Examining poster help please? Thank you very much! Analyze and Interpret the following source. Explain the ideological perspective reflected in the source. Discuss the principles of...
Examining poster help please? Thank you very much!
Analyze and Interpret the following source. Explain the ideological perspective reflected in the source. Discuss the principles of nationalism and explain any keys terms or concepts used in the source.
The presence of nationalism is quite a strong one in the poster. The idea of being able to cast individual actions in light of the overall state and linking to how an individual will act in connection to the idea of national identity is a powerful one in the poster. The question of "Will you be there?" in the issue of national enlistment helps to connect individual people to the advancement of the state, and in this light the nationalism is quite present in stressing that one cannot divorce themselves from the glory and power of the state. At the same time, I would suggest that the presence of the flag as well as the soldier pointing the flag in the background are also nationalistic elements. The names on the flag, I interpret, to be the names of people that have enlisted or (possibly) have died in the name of the nation and there is a certain glory attached to this. The ideology of nationalism is quite present in this particular source.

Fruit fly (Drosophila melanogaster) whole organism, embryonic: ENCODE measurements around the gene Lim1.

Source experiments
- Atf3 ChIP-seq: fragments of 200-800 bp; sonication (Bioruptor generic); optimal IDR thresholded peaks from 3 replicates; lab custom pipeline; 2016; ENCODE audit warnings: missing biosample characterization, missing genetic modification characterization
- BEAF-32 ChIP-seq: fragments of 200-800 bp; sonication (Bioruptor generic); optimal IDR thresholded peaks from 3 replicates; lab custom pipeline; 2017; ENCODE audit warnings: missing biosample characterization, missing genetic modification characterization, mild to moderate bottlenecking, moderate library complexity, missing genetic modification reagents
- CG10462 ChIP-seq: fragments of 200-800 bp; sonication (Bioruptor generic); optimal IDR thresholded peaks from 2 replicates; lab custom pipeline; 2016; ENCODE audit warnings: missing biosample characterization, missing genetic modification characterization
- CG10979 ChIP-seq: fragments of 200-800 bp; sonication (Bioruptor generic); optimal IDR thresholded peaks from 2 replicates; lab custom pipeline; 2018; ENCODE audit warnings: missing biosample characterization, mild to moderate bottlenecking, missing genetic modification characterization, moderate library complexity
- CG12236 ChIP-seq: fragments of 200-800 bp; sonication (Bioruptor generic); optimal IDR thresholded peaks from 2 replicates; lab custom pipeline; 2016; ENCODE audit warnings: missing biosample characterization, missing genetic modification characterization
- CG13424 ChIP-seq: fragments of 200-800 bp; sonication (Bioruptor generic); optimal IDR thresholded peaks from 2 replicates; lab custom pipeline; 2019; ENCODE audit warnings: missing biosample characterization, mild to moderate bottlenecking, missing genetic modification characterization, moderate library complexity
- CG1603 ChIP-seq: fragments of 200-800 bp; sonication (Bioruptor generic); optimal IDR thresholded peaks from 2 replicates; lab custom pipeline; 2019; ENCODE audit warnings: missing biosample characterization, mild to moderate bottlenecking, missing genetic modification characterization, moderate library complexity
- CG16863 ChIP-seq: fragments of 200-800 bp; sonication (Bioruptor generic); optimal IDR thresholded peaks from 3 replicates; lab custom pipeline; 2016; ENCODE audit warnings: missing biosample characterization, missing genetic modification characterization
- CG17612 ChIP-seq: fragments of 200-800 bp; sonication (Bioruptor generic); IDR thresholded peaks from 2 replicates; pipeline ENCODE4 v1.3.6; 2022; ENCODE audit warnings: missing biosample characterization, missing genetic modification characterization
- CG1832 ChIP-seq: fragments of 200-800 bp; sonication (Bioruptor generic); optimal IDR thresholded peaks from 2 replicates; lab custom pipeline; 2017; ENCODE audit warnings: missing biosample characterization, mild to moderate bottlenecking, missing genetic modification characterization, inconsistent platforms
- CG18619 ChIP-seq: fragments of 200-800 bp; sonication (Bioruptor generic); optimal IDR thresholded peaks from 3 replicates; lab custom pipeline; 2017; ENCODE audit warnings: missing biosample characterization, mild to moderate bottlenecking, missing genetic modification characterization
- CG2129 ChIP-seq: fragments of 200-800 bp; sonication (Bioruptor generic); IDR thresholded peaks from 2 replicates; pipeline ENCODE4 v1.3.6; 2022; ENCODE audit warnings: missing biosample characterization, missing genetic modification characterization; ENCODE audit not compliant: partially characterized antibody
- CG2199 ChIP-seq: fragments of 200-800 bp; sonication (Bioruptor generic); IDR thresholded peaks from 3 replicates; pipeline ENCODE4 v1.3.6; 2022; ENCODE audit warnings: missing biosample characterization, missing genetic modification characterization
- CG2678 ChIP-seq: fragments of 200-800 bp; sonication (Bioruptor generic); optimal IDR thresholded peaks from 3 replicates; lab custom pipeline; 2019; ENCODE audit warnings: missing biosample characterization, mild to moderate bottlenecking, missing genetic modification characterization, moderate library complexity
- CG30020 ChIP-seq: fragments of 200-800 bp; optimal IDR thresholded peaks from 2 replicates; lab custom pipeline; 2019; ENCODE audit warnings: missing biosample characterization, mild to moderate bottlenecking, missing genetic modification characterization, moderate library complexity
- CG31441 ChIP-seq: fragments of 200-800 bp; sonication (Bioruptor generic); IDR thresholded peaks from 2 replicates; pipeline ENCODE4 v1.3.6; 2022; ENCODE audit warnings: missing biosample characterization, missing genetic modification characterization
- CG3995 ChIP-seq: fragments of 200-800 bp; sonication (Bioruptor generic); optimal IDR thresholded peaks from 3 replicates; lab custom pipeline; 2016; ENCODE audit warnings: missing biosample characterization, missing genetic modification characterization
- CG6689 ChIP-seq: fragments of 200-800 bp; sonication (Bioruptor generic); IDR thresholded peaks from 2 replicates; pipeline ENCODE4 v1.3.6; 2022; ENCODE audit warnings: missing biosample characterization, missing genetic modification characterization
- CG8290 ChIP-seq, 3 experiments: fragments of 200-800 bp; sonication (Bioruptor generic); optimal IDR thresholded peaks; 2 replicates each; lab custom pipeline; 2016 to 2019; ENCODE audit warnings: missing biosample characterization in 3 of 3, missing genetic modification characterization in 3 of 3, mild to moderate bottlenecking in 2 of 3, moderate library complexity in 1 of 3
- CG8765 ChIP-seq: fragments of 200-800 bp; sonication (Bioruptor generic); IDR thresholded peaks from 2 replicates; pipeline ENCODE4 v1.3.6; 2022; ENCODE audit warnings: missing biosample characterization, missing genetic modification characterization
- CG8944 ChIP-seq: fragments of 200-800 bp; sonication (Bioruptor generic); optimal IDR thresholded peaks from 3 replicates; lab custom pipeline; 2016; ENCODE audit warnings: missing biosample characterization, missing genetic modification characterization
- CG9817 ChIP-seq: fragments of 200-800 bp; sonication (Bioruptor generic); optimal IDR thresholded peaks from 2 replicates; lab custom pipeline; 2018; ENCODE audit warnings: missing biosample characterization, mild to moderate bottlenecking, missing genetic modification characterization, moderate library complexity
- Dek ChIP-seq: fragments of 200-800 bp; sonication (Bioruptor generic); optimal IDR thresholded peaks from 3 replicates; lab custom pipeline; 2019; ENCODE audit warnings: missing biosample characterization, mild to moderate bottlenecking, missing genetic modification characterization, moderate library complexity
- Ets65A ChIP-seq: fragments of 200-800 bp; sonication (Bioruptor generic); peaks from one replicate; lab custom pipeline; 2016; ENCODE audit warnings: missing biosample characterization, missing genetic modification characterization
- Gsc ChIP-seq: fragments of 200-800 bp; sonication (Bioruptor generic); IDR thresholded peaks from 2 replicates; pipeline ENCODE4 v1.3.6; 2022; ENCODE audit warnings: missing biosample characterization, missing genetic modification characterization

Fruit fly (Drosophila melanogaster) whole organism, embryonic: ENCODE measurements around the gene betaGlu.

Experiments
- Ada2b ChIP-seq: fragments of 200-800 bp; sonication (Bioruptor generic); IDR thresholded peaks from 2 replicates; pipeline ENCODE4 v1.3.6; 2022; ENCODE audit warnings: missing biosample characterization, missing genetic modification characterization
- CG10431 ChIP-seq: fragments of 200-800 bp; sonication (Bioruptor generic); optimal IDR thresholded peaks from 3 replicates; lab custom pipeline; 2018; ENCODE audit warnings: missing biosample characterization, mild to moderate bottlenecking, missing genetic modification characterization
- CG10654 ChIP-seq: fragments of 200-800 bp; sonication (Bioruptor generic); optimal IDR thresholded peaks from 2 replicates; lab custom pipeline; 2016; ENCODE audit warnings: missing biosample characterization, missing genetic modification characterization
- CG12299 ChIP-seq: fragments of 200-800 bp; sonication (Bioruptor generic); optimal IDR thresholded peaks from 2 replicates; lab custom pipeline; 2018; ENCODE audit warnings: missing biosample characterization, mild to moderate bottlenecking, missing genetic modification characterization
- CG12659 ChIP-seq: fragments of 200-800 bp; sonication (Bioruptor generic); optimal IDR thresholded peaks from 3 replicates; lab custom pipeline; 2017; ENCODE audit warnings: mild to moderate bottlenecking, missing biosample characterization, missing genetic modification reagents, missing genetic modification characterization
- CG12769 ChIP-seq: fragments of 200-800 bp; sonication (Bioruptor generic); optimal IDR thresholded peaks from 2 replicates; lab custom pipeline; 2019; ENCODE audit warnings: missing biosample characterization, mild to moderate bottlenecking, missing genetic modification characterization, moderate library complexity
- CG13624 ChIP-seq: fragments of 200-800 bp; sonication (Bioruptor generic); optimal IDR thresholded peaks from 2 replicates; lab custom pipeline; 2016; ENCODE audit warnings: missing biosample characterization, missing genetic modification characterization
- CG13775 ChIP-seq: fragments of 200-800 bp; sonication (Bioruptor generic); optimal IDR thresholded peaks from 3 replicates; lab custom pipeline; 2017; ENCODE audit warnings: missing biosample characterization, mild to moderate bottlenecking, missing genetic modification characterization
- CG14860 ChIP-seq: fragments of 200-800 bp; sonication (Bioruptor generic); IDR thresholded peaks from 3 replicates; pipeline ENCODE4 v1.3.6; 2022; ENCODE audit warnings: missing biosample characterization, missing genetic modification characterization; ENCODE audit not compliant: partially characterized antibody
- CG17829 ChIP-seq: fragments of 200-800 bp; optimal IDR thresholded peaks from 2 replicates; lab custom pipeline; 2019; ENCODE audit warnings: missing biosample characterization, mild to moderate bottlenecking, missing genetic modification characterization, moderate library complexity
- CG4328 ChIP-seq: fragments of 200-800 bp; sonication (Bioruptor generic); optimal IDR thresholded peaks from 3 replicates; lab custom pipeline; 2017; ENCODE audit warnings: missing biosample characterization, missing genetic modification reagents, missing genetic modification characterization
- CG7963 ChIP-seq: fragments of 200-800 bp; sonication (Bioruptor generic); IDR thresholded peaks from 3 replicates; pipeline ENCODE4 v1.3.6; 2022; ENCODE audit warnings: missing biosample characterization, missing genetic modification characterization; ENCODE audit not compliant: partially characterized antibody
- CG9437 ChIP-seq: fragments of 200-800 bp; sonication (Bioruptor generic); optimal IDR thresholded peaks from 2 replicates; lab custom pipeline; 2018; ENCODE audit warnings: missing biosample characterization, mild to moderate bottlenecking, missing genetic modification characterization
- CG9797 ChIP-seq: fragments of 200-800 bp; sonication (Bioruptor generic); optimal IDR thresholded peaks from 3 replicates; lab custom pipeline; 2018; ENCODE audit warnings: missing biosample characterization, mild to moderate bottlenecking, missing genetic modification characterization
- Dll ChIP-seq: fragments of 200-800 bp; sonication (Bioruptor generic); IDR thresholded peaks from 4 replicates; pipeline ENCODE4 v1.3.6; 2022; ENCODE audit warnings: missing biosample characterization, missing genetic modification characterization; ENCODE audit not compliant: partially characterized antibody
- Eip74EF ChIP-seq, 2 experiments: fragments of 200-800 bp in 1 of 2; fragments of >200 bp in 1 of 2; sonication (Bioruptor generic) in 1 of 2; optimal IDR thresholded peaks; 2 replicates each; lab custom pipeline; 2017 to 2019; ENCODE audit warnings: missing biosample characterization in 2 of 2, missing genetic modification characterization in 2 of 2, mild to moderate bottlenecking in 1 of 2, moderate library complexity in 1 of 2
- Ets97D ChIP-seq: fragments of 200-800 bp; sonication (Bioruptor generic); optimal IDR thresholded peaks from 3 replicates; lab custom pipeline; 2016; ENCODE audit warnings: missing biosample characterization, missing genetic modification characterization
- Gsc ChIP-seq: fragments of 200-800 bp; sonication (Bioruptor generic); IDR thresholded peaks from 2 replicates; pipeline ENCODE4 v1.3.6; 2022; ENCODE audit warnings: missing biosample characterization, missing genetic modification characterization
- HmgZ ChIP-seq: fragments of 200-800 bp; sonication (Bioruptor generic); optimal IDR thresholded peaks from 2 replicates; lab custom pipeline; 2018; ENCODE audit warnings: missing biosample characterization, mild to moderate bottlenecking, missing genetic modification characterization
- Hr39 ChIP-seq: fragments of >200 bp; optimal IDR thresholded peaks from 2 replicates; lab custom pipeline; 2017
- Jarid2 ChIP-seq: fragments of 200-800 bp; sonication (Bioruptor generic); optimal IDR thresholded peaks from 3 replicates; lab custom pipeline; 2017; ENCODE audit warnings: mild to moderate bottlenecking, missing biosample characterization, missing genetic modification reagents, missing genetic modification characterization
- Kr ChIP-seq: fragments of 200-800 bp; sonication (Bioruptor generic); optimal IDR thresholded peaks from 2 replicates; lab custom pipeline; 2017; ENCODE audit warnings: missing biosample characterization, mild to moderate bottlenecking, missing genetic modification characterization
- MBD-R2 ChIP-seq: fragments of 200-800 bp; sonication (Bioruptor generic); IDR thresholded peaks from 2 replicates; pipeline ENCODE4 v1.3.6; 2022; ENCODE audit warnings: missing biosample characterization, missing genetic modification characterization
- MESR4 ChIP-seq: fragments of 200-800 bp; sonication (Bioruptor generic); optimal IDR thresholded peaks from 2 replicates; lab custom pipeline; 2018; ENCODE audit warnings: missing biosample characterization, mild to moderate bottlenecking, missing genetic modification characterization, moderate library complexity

This Canadian recruiting poster from World War I is an excellent example of the use of nationalistic symbology in order to achieve a goal, in this case getting more men to enlist in the military in order to reinforce the forces already deployed on the Western Front.
Websters dictionary defines Nationalism as “loyalty and devotion to a nation...” Although this can be taken to extreme lengths, Nazi Germany and the Japanese Empire during World War II are the most obvious examples of Nationalism being carried into a master race mentality, in most cases Nationalism is exhibited in an individual or community display of patriotism, such as the display of a flag.
In this poster we see the Canadian flag of the period, on this flag are written four place names that were the sites of battles in 1914 and 1915 in which Canadian troops saw action. An army officer shows this flag with its battle honours and asks “Will you be there?” The use of the flag, the uniform and the call to duty for your country are used to stir up the nationalistic fervour of the viewer, with the subtle hint that if you will not “be there” then you are not only letting down your country, you may also be a coward.